Not all of the ingredients seem underdosed. Given everything in one scoop, there will probably a positive effect on your endurance and hydration. The extra vitamins and electrolytes are also a nice touch. Given that it’s not that high in caffeine, I think I could take two scoops at a time to reduce the dosing issues, though they wouldn’t be eliminated.

MRM Driven Pre-Workout Review

MRM Driven Pre-Workout Boost Price

You can pick up a tub of 29 servings for $15, or 51 cents per serving. Most pre-workouts are between 80 cents and $1 per serving, so this is an extremely cheap product, particularly since it has no artificial ingredients.

MRM Driven Pre-Workout Taste

The Strawberry Kiwi flavor was pretty good for an all-natural pre-workout. It wasn’t as bitter as MRM’s all-natural BCAA supplement — which makes sense since the pre-workout doesn’t have any branched chain amino acids. I’d say it tasted like a very mild strawberry candy flavor.

The Takeaway

I liked the flavor, the price, the lack of artificial ingredients, the electrolytes, the antioxidants, and the fact that it appears to improve nitric oxide production. I was a little underwhelmed with the underdosing of some of the ingredients.

However, it’s very cheap, and given the low-ish caffeine content and mild taste, you could take two servings at once and it’ll still be a pretty cheap, effective product with a wide array of benefits.

MRM Driven Pre-Workout Boost

Per Serving: $0.51
8.7

Grip

8.6/10

Versatility

8.9/10

Feeling & Fit

8.7/10

Construction

8.4/10

Price

9.0/10

Pros

  • Very inexpensive
  • All natural ingredients
  • Probably good for nitric oxide and endurance

Cons

  • Low in citrulline
  • Low in tyrosine
  • Low in betaine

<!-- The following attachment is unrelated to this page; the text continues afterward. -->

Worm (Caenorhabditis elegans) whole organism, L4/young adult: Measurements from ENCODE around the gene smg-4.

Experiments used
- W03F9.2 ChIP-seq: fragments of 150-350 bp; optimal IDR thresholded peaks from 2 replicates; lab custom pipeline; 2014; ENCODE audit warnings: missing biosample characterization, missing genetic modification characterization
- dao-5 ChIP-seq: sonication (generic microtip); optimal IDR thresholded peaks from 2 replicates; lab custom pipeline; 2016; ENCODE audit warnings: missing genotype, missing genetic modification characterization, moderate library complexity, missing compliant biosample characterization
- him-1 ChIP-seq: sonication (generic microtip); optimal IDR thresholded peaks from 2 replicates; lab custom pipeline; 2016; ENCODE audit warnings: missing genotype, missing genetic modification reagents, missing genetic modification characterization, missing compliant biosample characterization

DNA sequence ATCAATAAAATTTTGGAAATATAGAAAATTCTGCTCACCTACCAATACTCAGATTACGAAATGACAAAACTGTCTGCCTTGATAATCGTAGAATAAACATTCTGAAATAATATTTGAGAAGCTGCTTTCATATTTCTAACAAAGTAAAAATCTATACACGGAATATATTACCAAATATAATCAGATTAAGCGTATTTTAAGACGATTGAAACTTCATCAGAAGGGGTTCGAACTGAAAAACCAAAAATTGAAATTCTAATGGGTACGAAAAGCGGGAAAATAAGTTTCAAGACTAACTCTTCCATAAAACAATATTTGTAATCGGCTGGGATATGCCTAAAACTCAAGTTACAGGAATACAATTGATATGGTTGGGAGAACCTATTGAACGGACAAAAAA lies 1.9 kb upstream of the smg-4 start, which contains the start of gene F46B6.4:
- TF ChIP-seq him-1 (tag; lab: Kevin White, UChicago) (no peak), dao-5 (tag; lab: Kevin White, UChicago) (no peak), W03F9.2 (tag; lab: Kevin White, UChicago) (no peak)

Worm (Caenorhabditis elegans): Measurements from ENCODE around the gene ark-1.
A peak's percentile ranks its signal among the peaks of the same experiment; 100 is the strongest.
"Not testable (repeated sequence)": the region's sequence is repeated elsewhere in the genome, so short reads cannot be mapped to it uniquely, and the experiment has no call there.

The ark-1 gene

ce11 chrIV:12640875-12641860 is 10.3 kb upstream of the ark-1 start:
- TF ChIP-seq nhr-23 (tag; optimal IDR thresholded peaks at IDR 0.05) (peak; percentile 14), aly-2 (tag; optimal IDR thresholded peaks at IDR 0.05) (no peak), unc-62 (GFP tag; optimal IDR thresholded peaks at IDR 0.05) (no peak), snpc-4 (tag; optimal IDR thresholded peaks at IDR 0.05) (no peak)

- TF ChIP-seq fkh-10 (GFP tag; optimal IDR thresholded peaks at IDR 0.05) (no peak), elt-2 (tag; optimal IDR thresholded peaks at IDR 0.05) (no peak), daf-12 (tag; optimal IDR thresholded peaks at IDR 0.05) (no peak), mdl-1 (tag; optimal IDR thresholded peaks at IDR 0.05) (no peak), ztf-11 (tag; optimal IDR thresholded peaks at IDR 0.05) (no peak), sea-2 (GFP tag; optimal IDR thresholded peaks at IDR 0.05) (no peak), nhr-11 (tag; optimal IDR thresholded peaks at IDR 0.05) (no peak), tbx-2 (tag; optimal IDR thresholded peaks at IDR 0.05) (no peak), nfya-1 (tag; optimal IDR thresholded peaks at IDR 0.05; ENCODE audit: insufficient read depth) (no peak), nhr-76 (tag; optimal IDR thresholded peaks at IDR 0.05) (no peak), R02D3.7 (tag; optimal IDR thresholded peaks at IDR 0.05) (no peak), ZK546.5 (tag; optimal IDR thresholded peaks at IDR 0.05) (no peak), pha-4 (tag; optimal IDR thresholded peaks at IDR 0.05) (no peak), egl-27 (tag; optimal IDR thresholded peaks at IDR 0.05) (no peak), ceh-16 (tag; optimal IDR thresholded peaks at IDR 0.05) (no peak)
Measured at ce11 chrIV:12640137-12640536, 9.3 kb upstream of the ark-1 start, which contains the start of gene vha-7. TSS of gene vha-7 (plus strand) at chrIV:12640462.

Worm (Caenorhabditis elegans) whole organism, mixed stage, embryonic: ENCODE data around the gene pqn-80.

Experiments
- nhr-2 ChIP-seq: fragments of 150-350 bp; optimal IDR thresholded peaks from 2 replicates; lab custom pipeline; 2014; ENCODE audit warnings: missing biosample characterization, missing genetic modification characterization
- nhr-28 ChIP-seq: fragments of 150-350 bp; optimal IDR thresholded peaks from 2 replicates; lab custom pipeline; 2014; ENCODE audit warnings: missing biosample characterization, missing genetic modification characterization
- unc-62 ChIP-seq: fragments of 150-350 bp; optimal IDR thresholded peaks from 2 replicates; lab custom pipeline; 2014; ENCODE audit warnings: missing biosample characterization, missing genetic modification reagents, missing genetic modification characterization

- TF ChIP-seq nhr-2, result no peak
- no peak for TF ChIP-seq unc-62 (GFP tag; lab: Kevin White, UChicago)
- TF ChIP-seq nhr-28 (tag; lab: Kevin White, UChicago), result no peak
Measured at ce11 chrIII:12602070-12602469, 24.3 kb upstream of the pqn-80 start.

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Nick is a content producer and journalist with over seven years’ experience reporting on four continents. His first articles about health were on a cholera outbreak in rural Kenya while he was reporting for a French humanitarian organization. His next writing job was covering the nightlife scene in Shanghai. He’s written on a lot of different kinds of things, but his passion for health ultimately led him to cover it full time.Shanghai was where he managed to publish his first health related article (it was on managing diarrhea), he then went on to produce a radio documentary about bodybuilding in Australia before he finished his Master’s degrees in Journalism and International Relations and headed to New York City. Here, he’s been writing on health full time for more than five years for outlets like Men's Health, VICE, and Popular Science.Nick’s interest in health kind of comes from an existential angle: how are we meant to live? How do we reach our potential? Does the body influence the mind? (Believe it or not, his politics Master’s focused on religion.)Questions like these took him through a lot of different areas of health and fitness like gymnastics, vegetarianism, kettlebell training, fasting, CrossFit, Paleo, and so on, until he realized (or decided) that strength training fit best with the ideas of continuous, measurable self improvement.At BarBend his writing focuses a little more on nutrition and long-form content with a heaping dose of strength training. His underlying belief is in the middle path: you don’t have to count every calorie and complete every workout in order to benefit from a healthy lifestyle and a stronger body. Plus, big traps are cool.